Its 7:58 pm
spring is in the air!
Welcome to another edition of “8 Questions with…..”.
Yep,we’re back with back to back interviews! I wasn’t kidding when I said I got 50 responses to my latest request of who wanted to talk with me here on the blog. As I type this up,I have sent questions to 15 of the 50 so far. Since anyone who has read my interviews knows,I don’t send a form questionnaire out,I tailor each interview to suit the person I’m talking to…makes it far more interesting if you ask me.
It’s time to meet Ieva Lykos. I knew I was going love talking to her when she called me a journalist. Its the first time that anyone has and it does have a certain flair to it. Ieva is a very hard working actress who moved from her native country,Romania, to Italy as a step to pursuing her goals. That is a quite a career move for anyone to attempt but not only has Ieva done it,she has thrived in doing so overcoming big obstacles in doing so.
This is Ieva’s first interview that has been published in America and I am quite honored to be able to have gotten the first chance to ask this gracious artist 8 Questions……
Please introduce yourself and tell us a little about your upbringing.
It is such a pleasure to be interviewed by an American journalist and I really want to thank you for that! There are enough articles about me in Europe, but none of them is written in English, so that people can get to know me better. So, as it’s all about new readers, I am happy and excited to introduce myself to them. I am Ieva Lykos, a “melting pot” actress, screenwriter and documentary director. I was born in North of Romania, at Botosani. My mother Romanian – Hungarian was raised by a German family from Munich and my father had Greek ancestry, coming from Kefalonia.
I attended both Journalism and Letters in Romania, but I chose to interrupt University and study Theater and Dramatic Arts in Milan, Italy. This way I got focused on Stanislawskij Acting Techniques.
What was growing up in Romania like?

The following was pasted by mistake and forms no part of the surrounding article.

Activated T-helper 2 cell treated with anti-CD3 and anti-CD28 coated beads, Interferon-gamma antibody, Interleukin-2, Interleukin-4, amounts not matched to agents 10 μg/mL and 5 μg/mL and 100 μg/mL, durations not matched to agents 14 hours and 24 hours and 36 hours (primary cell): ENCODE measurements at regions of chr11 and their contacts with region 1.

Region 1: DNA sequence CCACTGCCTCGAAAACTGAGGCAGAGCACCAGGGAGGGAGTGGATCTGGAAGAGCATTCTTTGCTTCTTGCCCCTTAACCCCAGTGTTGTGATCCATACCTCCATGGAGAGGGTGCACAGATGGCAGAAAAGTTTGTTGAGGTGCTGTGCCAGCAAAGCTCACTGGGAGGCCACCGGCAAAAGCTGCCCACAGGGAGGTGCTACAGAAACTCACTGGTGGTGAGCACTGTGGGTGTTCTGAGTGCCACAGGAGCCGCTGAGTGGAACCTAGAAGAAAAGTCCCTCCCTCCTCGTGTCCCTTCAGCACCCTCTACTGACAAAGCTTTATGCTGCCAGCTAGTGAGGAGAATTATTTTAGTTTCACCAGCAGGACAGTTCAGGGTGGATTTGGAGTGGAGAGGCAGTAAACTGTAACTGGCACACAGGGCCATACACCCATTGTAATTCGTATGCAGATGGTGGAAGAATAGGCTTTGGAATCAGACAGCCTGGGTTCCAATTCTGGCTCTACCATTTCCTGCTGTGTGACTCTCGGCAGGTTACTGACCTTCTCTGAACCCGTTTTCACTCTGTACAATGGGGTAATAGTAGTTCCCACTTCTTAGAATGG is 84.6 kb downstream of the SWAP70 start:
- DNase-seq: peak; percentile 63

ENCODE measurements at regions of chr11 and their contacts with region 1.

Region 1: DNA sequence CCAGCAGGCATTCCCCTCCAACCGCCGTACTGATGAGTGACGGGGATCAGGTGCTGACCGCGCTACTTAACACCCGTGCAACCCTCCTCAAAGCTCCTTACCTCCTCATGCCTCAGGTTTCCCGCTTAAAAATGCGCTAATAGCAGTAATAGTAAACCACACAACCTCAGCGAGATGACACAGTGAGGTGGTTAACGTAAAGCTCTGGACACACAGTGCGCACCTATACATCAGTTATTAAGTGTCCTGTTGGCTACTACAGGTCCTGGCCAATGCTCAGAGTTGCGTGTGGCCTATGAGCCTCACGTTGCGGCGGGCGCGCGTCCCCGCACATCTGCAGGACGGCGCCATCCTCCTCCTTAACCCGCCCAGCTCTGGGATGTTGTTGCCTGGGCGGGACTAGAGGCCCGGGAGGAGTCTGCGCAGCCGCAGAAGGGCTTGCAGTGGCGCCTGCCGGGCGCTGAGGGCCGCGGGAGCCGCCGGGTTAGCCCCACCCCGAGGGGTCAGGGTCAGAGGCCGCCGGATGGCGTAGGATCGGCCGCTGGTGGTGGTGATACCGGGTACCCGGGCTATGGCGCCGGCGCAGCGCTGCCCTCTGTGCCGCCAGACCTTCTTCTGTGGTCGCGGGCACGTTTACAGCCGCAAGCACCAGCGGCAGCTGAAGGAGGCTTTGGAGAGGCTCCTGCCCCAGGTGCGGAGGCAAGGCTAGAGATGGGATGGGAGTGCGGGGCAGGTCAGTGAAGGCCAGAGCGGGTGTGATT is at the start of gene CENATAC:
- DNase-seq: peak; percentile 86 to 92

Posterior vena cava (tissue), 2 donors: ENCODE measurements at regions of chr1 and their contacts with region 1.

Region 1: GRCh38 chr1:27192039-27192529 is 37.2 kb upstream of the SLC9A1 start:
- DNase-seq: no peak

As Romania was under the communist dictatorship, there were hard times for the people but, as my family was connected with other countries, I was not that unlucky. At that time, Romanians could not even get out of their country, there were no international TV programs or international products to buy. People weren’t allowed to know that other countries got better, they couldn’t have the opportunity to compare, appreciate other nation’s values. So, let’s just say I was special, in a certain way because I had all the prohibited things. Anyway, I was 6 yo when the dictator,Ceausescu, got shot and things have changed a bit for everybody, even if the democracy in ex-communist countries is growing quite slow.
My Greek grandfather, was the first one to construct a showie rides Luna Park in the communist Romania, this becoming a family business so I had the opportunity to travel and to know different kind of people. This thing enriched me a lot and I really had a lot of fun.
How did you decide that you wanted to be a actress? What was your first role that you
I always had this dream and I performed a lot of times during my high school period, but my town was too far away from Bucharest, Romania’ s capital, where the Drama Academy resides. So, as I had good marks because I liked to study, I decided to attend Journalism and Letters, which was not easy at all. Then, as I didn’t want to depend anymore on my family‘s money, I’ve decided to go for some months in the West Europe, Italy and get a job, and then turn back and finish my studies but I couldn’t resist Italy’s charm and I felt like I should start a new life. At that time, I really needed one.
After four years of studies and exhibitions at Gedeone Theater in Milan, I’ve moved to Florence and acted for Riccardo Rombi, the Catalyst Company director at the Puccini Theater, a very historical theater in Italy. I could not believe it, it was really difficult for me to get a leading role until that time, usually those roles are only for Italians, which are very patriotic. I really felt grateful and honored to play on that stage.
Even if before that I had different small parts in various works on the national TV channels. I’ve also presented the Italian national dubbing festival –” Voci nell’Ombra” and co-starred with Robert Woods in “Racconto Calabrese” directed by Renato Pagliuso . I consider my work at Puccini the real strong beginning of my career. That time I’ve performed a double role : the paper ballerina (changed into a porcelain one) and Arlechino (imaginary character) in “The Steadfast Tin Soldier”.